A Survey and Taxonomy of Approaches for Mining Software Repositories in the Context of Software Evolution

By: H. Kagdi, M. L. Collard, and J. I. Maletic
Identified 4 dimensions in order to objectively describe and compare the different approaches
  1. The software repositories utilized: what information sources are used?
  2. The purpose of MSR: why mine or what to mine for?
  3. The methodology: how to achieve the purpose of mining from the selected software repositories?
  4. The evaluation of the undertaken approach: how to assess quality?
What types of sources can be considered as software repositories?
  • source-control systems are used for storing and manageing changes to source code artifacts, typically files, under evolution.
  • defect-tracking systems are used to manage the reporting and resolution of defects/bugs/faults and/or feature enhancements.
  • archived communications: making them sources for information including change rationales.
repositories have a common goal of supporting software evolution by managing the lifecycle of a software change.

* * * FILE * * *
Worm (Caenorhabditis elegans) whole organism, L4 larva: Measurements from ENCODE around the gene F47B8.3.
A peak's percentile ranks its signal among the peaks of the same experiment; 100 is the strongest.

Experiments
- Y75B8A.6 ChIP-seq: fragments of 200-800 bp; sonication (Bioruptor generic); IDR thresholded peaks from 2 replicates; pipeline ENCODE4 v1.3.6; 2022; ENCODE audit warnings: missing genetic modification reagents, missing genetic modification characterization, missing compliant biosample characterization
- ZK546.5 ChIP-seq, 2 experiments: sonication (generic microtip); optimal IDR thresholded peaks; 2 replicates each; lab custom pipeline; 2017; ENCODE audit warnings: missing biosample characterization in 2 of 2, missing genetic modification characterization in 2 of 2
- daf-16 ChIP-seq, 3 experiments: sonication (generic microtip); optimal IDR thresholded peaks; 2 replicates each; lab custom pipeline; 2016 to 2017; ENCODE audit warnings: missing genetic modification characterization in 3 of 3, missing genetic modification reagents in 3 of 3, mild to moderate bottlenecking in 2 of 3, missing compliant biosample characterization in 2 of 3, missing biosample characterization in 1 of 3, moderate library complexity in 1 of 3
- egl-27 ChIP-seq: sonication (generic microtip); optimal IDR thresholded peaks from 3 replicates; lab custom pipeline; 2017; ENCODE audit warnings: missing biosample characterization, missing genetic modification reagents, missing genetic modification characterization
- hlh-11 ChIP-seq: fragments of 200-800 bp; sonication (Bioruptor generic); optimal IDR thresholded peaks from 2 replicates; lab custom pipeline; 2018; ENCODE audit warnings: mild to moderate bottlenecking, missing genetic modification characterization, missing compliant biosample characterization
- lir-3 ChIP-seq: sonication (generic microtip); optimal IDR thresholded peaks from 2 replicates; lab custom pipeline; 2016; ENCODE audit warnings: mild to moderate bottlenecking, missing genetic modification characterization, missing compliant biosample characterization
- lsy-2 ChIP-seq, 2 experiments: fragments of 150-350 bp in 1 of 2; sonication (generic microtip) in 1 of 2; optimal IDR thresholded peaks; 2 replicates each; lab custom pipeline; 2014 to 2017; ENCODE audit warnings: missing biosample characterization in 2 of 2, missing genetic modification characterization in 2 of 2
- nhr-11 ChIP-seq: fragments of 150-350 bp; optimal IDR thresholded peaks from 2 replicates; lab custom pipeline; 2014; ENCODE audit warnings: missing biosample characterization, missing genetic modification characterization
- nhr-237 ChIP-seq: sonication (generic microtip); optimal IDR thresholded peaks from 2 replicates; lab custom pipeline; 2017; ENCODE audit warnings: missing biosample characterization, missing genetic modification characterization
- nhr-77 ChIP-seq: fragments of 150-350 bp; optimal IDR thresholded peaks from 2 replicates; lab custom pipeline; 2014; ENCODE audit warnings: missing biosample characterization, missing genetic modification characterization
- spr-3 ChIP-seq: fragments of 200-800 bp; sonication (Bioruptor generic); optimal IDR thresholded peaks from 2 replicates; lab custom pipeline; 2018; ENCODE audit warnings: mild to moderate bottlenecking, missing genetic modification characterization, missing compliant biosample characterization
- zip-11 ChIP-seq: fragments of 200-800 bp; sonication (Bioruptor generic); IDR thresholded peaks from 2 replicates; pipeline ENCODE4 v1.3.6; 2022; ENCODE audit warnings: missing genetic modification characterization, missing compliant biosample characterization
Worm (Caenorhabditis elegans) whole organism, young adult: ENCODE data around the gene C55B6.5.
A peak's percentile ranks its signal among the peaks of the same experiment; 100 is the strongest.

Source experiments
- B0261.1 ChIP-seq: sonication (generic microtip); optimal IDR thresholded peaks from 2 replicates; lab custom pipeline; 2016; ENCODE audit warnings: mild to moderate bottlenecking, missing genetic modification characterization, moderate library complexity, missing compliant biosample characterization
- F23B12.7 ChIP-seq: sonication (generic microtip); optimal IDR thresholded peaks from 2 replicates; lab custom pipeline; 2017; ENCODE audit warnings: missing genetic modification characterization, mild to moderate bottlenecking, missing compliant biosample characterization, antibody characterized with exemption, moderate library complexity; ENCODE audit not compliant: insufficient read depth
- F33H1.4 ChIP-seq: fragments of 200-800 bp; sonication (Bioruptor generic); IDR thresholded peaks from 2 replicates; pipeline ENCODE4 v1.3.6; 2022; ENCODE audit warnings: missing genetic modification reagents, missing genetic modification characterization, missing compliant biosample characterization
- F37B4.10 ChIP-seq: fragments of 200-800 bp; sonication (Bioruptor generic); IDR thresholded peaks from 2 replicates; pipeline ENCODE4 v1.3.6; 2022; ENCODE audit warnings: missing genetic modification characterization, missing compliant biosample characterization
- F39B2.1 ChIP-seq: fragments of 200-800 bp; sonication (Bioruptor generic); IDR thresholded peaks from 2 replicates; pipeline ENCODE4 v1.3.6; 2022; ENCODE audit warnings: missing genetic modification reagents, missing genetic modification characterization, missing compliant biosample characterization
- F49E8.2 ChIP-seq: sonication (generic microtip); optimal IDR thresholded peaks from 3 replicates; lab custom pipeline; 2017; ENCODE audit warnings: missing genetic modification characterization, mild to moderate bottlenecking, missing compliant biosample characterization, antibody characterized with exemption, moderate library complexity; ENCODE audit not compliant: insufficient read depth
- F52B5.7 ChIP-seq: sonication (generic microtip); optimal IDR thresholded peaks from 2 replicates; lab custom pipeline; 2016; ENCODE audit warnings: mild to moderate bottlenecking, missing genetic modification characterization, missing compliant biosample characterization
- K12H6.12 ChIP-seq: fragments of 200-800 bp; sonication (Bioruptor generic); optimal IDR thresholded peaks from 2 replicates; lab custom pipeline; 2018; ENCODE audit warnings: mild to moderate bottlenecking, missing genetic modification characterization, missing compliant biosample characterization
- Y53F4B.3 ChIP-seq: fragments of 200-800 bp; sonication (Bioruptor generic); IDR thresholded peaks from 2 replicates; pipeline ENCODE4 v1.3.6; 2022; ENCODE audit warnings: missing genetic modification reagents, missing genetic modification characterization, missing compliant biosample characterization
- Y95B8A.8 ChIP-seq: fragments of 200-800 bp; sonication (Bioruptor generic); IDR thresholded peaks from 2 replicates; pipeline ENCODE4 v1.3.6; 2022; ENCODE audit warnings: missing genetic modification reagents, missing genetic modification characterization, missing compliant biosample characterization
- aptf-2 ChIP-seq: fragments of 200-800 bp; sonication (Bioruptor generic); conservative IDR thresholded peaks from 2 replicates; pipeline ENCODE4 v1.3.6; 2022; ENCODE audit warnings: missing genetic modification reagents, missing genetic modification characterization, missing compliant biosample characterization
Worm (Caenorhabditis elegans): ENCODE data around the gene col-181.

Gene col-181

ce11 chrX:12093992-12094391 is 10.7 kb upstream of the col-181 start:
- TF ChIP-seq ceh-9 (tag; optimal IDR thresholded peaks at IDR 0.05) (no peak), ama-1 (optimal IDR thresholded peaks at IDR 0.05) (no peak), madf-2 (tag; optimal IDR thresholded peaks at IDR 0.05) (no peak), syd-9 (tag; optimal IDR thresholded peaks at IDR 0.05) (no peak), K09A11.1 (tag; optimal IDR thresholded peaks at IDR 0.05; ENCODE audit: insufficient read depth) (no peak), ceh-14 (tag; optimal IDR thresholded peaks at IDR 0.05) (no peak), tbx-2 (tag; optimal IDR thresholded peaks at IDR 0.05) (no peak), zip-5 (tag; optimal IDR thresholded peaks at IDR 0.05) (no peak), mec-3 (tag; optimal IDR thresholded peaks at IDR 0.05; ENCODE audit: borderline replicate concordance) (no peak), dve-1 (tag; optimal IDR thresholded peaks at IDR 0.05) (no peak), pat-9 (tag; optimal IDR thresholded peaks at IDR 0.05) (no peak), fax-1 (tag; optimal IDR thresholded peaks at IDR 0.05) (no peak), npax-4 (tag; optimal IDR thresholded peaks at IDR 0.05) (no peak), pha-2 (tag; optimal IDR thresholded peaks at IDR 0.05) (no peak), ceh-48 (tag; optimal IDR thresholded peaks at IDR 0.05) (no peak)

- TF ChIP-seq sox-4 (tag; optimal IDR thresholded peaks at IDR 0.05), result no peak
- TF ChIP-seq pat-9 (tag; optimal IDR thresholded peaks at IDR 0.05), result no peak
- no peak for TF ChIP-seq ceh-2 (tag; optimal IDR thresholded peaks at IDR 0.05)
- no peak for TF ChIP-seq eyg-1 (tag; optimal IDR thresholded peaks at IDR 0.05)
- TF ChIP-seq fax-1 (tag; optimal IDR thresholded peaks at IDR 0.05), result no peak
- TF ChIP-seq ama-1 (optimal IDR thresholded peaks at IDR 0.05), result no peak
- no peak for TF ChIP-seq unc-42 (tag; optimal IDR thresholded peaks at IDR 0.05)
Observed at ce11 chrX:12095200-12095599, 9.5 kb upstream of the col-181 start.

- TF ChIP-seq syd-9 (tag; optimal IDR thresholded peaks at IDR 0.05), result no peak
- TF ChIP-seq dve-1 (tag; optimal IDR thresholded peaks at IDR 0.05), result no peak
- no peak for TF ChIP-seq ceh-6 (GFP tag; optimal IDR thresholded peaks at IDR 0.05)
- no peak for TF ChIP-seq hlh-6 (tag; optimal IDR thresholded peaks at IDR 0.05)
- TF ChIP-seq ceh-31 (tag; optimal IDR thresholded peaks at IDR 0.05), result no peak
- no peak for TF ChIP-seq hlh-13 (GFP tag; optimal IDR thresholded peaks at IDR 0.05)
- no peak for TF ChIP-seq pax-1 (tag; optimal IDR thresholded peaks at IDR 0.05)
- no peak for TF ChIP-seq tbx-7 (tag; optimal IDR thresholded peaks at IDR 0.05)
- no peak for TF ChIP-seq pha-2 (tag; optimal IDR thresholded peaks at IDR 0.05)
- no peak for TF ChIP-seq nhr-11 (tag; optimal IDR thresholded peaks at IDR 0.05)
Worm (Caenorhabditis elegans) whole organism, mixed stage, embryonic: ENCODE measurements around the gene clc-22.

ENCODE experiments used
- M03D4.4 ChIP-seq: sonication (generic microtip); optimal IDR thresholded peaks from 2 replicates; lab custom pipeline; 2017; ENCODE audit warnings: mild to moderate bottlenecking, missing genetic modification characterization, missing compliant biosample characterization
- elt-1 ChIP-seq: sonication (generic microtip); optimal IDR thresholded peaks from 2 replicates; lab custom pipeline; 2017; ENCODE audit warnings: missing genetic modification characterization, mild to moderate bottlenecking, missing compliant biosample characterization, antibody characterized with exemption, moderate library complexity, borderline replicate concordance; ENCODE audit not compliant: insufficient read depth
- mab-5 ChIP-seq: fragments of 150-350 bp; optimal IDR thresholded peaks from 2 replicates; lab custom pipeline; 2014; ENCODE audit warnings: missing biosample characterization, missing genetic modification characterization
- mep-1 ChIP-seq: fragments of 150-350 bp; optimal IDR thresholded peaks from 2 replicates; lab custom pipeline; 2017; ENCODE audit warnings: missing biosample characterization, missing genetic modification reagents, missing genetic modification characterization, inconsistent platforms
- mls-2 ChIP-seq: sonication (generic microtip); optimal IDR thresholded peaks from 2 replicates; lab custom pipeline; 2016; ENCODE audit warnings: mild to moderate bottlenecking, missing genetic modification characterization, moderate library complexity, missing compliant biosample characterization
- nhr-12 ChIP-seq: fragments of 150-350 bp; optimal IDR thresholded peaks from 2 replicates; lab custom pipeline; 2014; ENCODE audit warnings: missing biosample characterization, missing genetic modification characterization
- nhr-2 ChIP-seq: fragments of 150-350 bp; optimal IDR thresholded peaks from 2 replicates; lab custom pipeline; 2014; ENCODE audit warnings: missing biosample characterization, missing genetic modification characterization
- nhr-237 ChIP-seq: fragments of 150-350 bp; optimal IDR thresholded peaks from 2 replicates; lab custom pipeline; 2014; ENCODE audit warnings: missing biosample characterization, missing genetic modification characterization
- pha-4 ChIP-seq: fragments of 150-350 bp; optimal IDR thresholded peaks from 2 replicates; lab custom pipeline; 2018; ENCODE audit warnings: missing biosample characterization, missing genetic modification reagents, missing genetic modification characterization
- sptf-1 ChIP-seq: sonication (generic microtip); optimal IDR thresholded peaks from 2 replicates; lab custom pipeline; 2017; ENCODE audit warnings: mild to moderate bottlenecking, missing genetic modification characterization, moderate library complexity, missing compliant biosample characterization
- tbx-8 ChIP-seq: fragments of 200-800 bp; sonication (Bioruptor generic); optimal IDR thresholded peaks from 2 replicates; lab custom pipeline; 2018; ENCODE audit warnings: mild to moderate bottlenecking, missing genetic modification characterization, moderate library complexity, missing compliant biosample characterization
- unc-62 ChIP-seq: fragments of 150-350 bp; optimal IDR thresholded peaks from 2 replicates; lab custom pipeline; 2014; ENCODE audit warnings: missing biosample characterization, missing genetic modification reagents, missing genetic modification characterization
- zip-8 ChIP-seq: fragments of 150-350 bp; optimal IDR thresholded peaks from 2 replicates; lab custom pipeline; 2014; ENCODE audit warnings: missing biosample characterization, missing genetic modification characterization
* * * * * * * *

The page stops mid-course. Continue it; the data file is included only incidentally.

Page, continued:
In light of the primacy of source code change => 3 basic categories of information in a software repository that can be mined:
  1. the software artifacts/versions
  2. the differences between the artifacts/versions
  3. the metadata about the software change
I interest toppic below

4.9. Classification with supervised learning

4.9.1. Maintenance relevance relations

A classification-learning technique is used by Shirabad et al. [37–39] to determine the co-update relations between a pair of source code files, i.e., given two files determine whether a change in one leads to a change in the other. Such types of relations are also termed maintenance-relevance relations. A decision-tree classifier (i.e., model) is produced by a machine-learning (induction) algorithm. A time-based heuristic is employed to assign a relevant or non-relevant relation between a pair of files to form the learning and testing sets. A fixed time period between time T1 and T2 (T2
rate versus true-positive rate), precision, and recall plots imply that the PR attributes generate better classifiers than those of syntactic attributes. The comment attributes generated classifiers do not perform on a par with those generated with the PR attributes. However, they are better than those generated from the syntactic attributes. The classifiers generated from a combination of syntactic and comment attributes produce better results than either of them considered alone.

4.9.2. Triage bug reports